- The term "the whole 9 yards" came from WWII fighter pilots in the South Pacific. When arming their airplanes on the ground, the .50 caliber machine gun ammo belts measured exactly 27 feet, before being loaded into the fuselage. If the pilots fired all their ammo at a target, it got "the whole 9 yards."
- Michelangelo wrote a poem about how much he hated painting the Sistine Chapel
I've already grown a goiter from this torture, hunched up here like a cat in Lombardy (or anywhere else where the stagnant water's poison). My stomach's squashed under my chin, my beard's pointing at heaven, my brain's crushed in a casket, my breast twists like a harpy's. My brush, above me all the time, dribbles paint so my face makes a fine floor for droppings! My haunches are grinding into my guts, my poor ass strains to work as a counterweight, every gesture I make is blind and aimless. My skin hangs loose below me, my spine's all knotted from folding over itself. I'm bent taut as a Syrian bow. Because I'm stuck like this, my thoughts are crazy, perfidious tripe: anyone shoots badly through a crooked blowpipe. My painting is dead. Defend it for me, Giovanni, protect my honor. I am not in the right place—I am not a painter."Michaelangelo: To Giovanni Da Pistoia When the Author Was Painting the Vault of the Sistine Chapel (by Michaelangelo Buonarroti)" from Zeppo's First Wife. https://www.poetryfoundation.org/poems/57328/michaelangelo-to-giovanni-da-pistoia-when-the-author-was-painting-the-vault-of-the-sistine-chapel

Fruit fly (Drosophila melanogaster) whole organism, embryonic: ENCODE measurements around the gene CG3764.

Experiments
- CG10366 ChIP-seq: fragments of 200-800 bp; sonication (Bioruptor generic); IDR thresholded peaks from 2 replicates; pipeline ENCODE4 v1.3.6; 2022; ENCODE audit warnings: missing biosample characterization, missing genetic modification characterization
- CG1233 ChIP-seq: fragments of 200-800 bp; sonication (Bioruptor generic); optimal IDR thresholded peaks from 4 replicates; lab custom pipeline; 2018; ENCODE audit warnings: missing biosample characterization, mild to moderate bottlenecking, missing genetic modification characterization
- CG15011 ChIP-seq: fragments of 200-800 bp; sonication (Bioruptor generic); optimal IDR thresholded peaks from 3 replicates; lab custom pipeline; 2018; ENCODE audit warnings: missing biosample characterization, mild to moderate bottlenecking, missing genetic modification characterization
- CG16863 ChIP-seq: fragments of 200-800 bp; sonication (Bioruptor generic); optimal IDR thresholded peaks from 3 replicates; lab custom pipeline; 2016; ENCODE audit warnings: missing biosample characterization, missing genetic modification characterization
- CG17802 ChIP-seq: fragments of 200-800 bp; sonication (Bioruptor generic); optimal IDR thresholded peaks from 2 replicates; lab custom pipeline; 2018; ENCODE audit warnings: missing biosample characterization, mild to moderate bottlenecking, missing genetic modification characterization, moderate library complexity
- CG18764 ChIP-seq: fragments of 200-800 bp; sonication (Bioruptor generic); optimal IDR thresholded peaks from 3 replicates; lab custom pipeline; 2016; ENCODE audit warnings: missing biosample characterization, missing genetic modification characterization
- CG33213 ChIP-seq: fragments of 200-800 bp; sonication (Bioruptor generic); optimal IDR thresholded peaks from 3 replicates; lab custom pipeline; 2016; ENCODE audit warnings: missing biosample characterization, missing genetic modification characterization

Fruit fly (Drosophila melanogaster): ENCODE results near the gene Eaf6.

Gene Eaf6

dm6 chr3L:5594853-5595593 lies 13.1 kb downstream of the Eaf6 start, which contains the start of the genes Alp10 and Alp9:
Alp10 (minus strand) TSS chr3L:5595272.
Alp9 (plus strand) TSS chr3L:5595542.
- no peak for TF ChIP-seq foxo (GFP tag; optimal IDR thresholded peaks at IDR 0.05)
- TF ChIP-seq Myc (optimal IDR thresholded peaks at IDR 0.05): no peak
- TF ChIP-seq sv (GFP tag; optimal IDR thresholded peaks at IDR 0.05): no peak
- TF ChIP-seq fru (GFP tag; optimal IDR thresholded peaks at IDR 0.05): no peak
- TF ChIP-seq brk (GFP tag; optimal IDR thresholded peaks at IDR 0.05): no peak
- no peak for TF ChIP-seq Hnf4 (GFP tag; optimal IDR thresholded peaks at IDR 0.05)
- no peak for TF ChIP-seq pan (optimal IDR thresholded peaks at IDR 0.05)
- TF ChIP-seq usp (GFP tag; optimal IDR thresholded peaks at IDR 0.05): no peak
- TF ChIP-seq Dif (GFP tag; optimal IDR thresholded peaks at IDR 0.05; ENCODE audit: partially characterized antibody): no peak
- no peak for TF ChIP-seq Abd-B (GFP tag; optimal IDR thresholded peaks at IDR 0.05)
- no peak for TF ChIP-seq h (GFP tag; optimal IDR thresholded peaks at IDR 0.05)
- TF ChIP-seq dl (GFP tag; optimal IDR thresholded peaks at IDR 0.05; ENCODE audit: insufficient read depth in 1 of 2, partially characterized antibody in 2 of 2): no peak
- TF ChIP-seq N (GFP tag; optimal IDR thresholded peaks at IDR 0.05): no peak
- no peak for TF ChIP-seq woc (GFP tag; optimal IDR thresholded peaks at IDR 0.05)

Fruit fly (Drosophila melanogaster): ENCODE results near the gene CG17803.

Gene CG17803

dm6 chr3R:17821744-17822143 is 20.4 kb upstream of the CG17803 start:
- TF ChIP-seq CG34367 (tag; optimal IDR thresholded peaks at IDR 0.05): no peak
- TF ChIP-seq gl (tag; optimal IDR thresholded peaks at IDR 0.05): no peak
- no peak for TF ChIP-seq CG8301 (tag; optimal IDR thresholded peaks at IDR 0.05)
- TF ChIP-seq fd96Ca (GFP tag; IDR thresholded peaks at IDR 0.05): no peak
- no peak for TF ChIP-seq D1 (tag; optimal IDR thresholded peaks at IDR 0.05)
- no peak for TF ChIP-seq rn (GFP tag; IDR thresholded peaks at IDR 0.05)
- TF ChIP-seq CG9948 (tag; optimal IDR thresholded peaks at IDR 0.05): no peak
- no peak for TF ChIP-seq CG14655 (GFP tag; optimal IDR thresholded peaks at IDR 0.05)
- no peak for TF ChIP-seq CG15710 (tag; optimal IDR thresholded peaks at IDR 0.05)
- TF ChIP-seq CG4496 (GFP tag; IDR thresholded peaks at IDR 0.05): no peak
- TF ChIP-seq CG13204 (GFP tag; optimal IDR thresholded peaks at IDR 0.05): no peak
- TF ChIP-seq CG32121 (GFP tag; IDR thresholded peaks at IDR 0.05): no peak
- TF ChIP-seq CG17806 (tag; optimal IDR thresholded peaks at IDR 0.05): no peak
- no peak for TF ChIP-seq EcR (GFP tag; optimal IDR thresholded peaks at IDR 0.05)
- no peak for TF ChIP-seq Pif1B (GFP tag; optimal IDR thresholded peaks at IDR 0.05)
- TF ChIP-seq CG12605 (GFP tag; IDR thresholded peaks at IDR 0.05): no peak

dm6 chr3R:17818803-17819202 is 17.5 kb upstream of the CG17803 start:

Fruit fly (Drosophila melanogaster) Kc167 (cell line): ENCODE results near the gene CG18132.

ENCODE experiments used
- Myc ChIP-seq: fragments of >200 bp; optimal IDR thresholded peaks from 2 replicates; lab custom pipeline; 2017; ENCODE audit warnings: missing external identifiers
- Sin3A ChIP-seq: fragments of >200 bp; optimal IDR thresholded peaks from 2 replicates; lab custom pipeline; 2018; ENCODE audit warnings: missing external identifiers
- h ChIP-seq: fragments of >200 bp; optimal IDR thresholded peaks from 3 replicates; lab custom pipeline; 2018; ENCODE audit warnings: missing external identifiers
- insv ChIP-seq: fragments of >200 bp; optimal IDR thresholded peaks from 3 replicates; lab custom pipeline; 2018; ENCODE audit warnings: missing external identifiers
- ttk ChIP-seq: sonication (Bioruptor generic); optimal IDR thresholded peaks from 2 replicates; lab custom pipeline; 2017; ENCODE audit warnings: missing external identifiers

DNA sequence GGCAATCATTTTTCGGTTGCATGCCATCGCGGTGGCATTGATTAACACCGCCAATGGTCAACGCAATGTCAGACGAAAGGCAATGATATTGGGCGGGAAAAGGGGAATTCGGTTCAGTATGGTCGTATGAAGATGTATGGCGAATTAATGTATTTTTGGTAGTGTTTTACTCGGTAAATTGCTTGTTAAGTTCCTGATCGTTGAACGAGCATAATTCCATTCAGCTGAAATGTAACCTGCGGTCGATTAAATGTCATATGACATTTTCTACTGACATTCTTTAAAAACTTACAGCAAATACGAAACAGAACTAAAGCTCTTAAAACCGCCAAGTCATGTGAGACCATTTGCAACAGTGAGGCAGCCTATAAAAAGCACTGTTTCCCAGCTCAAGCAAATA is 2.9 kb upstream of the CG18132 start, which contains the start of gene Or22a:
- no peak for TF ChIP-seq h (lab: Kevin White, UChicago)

- Poverty is universal, jobs are scarce, large families are crammed into mud-brick homes and meals often are constituted of little more than the subsistence crops residents grow — mainly corn and beans. But every once in a while an amazing thing happens, something that makes the residents of La Unión feel pretty special.
- The U.S. Supreme Court has always been known as the “Highest Court of the Land,” but there’s one more court that sits even above the Supreme Court, literally—a basketball court.
- Drivers of London’s famous black cabs have long been held to high standards.
- Once upon a time, the main danger associated with bicycling had nothing to do with being hit by a car. Instead, some late-19th-century doctors warned that — especially for women — using the newfangled contraption could lead to a terrifying medical condition: bicycle face.
OutroI’m Aaron, and I’d like to thank all our listeners, supporters, and my co-hosts. Find out more about the show, social links, and contact information at InterestingIfTrue.com. Music for this episode was created by Wayne Jones and was used with permission. The opinions, views, and nonsense expressed in this show are those of the hosts only and do not represent any other people, organizations, or lifeforms. All rights reserved, Interesting If True 2020.
Join The DiscussionTo contact the show, get more content, or interact with other listeners, visit our web, Twitter, or Facebook pages. Of course, we’d love a 5-Star review wherever you get your podcasts from!